Bolivia

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Bolivia History

The Incas did not change the organization of the Aymara kingdoms, and generally allowed them to be autonomous. In fact, most local governors kept their positions, answering to the Inca, and members of the Aymara elite were allowed to keep private property and send their children to schools in Cuzco, Peru, the center of the Incan Empire. However, in 1470 two Aymara kingdoms rebelled against the Inca and were thoroughly defeated. After that, the Inca fully established their rule over the Aymara and the entire Kollasuyo region. The Inca were not successful in overtaking other cultures in the eastern lowlands of Bolivia and the ruins that remain of the Incan empire in this region are evidence of that. Today, the indigenous cultures of eastern Bolivia live in much the same way as they did hundreds of years ago.

Bolivia

The Quechua-speaking Incas entered the Altiplano in about 1450 A.D. conquering and assimilating other cultures including the Aymaras, bringing with them their traditions and customs, and controlling this area for about 75 years until 1525 when the Spanish arrived in search of gold and silver. The Incan Empire was divided into four major administrative units. The Bolivian highland region, which they called the Kollasuyo, became one of those four units ruled over by a high official who answered only to the Inca himself. (This is why today, people from La Paz are referred to as "kollas"). This high official in turn supervised several provincial governors who controlled members of the Aymara nobility. Throughout this time in history the Incas forced local natives to work in their mines or on their construction projects, or to serve in their armies by means of a forced draft called the "mita" system (although they were fully compensated for all work they did).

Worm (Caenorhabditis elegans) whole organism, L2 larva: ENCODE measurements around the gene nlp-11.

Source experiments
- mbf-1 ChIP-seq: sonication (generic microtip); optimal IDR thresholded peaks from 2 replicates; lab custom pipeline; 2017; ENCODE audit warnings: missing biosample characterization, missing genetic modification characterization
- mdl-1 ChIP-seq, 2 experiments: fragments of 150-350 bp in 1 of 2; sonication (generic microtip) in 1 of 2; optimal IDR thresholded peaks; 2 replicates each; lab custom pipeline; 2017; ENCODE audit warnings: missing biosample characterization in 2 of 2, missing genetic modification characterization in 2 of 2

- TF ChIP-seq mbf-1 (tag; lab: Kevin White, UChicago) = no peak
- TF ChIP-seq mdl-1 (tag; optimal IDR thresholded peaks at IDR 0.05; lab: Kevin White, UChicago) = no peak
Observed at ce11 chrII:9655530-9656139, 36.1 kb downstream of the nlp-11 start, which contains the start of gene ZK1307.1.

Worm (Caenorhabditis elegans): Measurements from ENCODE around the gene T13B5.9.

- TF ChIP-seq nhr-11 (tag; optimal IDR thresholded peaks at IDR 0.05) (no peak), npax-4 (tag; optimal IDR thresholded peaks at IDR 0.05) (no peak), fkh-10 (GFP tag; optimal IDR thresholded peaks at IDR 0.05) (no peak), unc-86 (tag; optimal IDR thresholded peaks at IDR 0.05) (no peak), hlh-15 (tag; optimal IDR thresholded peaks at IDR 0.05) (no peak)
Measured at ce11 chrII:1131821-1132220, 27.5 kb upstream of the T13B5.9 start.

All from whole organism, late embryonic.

The Incas had a highly advanced and socially organized culture. Their civilization was carefully managed by a government structure as well. They created a system of roads, aqueducts and hanging bridges, some of which still exist today. Their system of aqueducts allowed them to discontinue their nomadic lifestyle and become the agricultural and militaristic masters of the region.

The Incas did not change the organization of the Aymara kingdoms, and generally allowed them to be autonomous. In fact, most local governors kept their positions, answering to the Inca, and members of the Aymara elite were allowed to keep private property and send their children to schools in Cuzco, Peru, the center of the Incan Empire. However, in 1470 two Aymara kingdoms rebelled against the Inca and were thoroughly defeated. After that, the Inca fully established their rule over the Aymara and the entire Kollasuyo region. The Inca were not successful in overtaking other cultures in the eastern lowlands of Bolivia and the ruins that remain of the Incan empire in this region are evidence of that. Today, the indigenous cultures of eastern Bolivia live in much the same way as they did hundreds of years ago.

On Lake Titicaca tourists can cross the lake from Copacabana to the Islands of the Sun and the Moon to view Incan Ruins. Today Quechua and Aymara are still spoken by a large part of Bolivia’s population and are 2 of Bolivia's over 20 official languages.